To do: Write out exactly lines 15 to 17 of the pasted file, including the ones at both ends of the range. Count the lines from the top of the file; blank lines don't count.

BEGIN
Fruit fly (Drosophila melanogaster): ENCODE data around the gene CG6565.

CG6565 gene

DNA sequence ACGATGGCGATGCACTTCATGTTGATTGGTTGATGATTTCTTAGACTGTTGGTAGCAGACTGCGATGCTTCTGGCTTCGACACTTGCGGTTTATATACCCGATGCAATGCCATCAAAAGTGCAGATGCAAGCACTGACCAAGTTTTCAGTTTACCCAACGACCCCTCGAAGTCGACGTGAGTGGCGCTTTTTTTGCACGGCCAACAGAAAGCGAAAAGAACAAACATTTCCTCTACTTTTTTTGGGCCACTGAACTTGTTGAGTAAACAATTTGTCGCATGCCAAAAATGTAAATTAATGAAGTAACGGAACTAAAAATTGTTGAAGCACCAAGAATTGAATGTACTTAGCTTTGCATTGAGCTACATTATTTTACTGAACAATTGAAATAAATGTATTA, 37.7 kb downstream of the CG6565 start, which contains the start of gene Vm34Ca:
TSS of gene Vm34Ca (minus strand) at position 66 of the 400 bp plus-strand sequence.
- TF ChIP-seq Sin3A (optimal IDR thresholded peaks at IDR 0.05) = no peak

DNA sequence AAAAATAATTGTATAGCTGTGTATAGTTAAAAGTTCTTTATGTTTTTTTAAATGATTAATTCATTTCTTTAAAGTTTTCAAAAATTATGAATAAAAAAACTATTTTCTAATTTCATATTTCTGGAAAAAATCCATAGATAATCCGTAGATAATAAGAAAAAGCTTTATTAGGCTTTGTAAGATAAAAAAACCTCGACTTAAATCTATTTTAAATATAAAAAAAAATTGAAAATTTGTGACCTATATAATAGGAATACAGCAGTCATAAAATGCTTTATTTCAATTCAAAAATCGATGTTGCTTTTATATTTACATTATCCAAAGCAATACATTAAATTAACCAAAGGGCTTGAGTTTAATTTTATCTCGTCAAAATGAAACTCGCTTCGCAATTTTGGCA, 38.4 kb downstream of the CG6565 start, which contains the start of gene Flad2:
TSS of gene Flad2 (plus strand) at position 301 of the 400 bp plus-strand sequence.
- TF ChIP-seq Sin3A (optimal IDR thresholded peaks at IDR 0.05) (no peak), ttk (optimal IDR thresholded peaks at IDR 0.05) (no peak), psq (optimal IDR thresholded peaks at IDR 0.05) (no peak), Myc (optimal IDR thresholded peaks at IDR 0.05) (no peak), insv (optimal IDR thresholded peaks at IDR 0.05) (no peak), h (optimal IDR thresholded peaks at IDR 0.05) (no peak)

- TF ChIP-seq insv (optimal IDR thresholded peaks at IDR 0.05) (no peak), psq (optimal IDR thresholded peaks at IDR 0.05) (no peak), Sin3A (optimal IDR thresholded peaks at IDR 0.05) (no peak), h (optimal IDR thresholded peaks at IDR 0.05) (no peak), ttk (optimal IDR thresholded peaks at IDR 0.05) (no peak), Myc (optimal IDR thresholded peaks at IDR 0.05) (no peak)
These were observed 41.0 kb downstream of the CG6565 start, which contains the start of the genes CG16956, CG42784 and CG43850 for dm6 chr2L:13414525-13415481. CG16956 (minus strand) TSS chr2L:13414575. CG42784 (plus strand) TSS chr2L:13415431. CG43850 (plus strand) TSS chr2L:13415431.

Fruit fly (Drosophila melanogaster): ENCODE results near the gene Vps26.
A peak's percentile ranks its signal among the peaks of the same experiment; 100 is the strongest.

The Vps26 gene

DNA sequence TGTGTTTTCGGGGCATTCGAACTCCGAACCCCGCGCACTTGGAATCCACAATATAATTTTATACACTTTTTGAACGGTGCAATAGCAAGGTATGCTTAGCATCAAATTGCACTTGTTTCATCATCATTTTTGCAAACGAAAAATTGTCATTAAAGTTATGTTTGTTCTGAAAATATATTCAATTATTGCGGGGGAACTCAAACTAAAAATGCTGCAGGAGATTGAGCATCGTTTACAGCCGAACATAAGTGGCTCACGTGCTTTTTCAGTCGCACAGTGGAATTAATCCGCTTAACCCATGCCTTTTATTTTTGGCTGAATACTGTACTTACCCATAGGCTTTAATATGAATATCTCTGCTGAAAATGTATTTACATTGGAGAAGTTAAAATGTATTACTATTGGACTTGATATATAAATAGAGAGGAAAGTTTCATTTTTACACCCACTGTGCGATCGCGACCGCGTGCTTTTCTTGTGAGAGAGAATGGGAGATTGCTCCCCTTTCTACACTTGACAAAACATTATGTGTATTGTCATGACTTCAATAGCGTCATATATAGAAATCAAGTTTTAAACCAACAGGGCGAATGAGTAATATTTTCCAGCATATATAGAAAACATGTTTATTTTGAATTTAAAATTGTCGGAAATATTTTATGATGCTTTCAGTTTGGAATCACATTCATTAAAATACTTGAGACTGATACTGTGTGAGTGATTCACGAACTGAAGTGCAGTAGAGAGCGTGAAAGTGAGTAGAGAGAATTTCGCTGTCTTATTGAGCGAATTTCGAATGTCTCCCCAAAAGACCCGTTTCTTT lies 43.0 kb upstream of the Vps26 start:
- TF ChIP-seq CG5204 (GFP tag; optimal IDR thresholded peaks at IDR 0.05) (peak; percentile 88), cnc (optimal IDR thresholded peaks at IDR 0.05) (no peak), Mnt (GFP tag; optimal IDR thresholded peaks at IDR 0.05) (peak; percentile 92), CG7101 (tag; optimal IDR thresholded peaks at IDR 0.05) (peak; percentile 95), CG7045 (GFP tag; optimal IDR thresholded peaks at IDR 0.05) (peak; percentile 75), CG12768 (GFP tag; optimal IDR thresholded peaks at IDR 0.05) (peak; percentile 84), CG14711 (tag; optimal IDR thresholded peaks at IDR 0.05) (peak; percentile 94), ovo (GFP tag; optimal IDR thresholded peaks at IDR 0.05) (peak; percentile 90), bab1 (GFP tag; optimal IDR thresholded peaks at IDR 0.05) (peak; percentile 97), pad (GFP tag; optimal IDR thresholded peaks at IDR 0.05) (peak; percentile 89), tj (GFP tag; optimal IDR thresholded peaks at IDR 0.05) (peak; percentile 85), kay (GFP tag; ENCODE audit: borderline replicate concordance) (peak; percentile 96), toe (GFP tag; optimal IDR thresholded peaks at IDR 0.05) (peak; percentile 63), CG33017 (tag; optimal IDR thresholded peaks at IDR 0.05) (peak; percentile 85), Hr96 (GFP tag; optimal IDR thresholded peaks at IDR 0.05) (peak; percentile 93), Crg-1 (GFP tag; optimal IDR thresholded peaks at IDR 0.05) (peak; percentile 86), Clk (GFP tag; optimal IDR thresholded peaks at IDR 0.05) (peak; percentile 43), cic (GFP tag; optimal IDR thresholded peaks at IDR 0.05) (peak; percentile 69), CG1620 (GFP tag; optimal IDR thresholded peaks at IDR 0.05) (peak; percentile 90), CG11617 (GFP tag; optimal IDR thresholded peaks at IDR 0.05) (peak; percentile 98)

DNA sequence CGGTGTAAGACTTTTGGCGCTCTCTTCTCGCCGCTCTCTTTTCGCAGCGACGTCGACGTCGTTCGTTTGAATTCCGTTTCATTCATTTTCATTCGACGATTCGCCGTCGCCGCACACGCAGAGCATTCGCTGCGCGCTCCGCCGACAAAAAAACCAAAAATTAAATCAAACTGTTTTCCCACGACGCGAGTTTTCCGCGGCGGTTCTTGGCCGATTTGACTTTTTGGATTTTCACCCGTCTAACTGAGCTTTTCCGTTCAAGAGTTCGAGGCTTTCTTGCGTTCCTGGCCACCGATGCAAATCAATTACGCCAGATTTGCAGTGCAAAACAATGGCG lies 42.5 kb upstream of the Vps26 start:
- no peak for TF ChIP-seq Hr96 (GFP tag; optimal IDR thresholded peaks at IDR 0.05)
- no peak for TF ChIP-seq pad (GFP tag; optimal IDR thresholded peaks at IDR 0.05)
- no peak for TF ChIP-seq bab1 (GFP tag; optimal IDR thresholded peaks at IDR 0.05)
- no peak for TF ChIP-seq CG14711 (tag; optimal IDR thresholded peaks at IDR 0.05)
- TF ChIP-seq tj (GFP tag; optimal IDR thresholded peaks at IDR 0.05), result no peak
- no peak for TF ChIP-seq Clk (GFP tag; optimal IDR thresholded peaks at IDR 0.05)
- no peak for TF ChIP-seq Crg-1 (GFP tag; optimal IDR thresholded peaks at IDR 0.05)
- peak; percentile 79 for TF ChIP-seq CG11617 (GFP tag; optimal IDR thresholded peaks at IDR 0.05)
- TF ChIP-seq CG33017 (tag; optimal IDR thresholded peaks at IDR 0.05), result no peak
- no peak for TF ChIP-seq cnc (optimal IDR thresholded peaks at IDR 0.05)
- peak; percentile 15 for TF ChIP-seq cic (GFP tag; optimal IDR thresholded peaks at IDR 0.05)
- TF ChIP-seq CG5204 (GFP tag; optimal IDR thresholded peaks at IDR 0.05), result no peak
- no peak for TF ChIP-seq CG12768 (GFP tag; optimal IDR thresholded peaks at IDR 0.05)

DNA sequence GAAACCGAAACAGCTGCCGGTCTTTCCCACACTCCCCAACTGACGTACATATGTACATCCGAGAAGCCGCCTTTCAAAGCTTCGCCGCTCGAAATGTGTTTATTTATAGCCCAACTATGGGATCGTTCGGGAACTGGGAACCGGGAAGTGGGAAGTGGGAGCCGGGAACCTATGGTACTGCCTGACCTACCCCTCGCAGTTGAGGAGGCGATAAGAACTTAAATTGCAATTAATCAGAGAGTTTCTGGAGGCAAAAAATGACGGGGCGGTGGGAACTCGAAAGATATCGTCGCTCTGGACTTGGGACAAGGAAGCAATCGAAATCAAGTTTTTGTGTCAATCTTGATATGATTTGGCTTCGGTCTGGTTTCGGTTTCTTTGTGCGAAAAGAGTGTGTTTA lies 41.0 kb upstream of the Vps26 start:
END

- TF ChIP-seq CG5204 (GFP tag; optimal IDR thresholded peaks at IDR 0.05) (peak; percentile 88), cnc (optimal IDR thresholded peaks at IDR 0.05) (no peak), Mnt (GFP tag; optimal IDR thresholded peaks at IDR 0.05) (peak; percentile 92), CG7101 (tag; optimal IDR thresholded peaks at IDR 0.05) (peak; percentile 95), CG7045 (GFP tag; optimal IDR thresholded peaks at IDR 0.05) (peak; percentile 75), CG12768 (GFP tag; optimal IDR thresholded peaks at IDR 0.05) (peak; percentile 84), CG14711 (tag; optimal IDR thresholded peaks at IDR 0.05) (peak; percentile 94), ovo (GFP tag; optimal IDR thresholded peaks at IDR 0.05) (peak; percentile 90), bab1 (GFP tag; optimal IDR thresholded peaks at IDR 0.05) (peak; percentile 97), pad (GFP tag; optimal IDR thresholded peaks at IDR 0.05) (peak; percentile 89), tj (GFP tag; optimal IDR thresholded peaks at IDR 0.05) (peak; percentile 85), kay (GFP tag; ENCODE audit: borderline replicate concordance) (peak; percentile 96), toe (GFP tag; optimal IDR thresholded peaks at IDR 0.05) (peak; percentile 63), CG33017 (tag; optimal IDR thresholded peaks at IDR 0.05) (peak; percentile 85), Hr96 (GFP tag; optimal IDR thresholded peaks at IDR 0.05) (peak; percentile 93), Crg-1 (GFP tag; optimal IDR thresholded peaks at IDR 0.05) (peak; percentile 86), Clk (GFP tag; optimal IDR thresholded peaks at IDR 0.05) (peak; percentile 43), cic (GFP tag; optimal IDR thresholded peaks at IDR 0.05) (peak; percentile 69), CG1620 (GFP tag; optimal IDR thresholded peaks at IDR 0.05) (peak; percentile 90), CG11617 (GFP tag; optimal IDR thresholded peaks at IDR 0.05) (peak; percentile 98)

DNA sequence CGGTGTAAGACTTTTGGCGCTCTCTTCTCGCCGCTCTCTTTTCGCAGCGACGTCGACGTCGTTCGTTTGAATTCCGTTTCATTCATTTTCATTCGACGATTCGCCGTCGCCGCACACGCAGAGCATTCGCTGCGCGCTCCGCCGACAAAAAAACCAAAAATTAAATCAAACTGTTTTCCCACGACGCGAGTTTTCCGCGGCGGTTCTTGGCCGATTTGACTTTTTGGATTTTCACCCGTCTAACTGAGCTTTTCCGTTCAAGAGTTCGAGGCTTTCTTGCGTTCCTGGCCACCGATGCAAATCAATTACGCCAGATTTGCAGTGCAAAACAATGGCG lies 42.5 kb upstream of the Vps26 start:
- no peak for TF ChIP-seq Hr96 (GFP tag; optimal IDR thresholded peaks at IDR 0.05)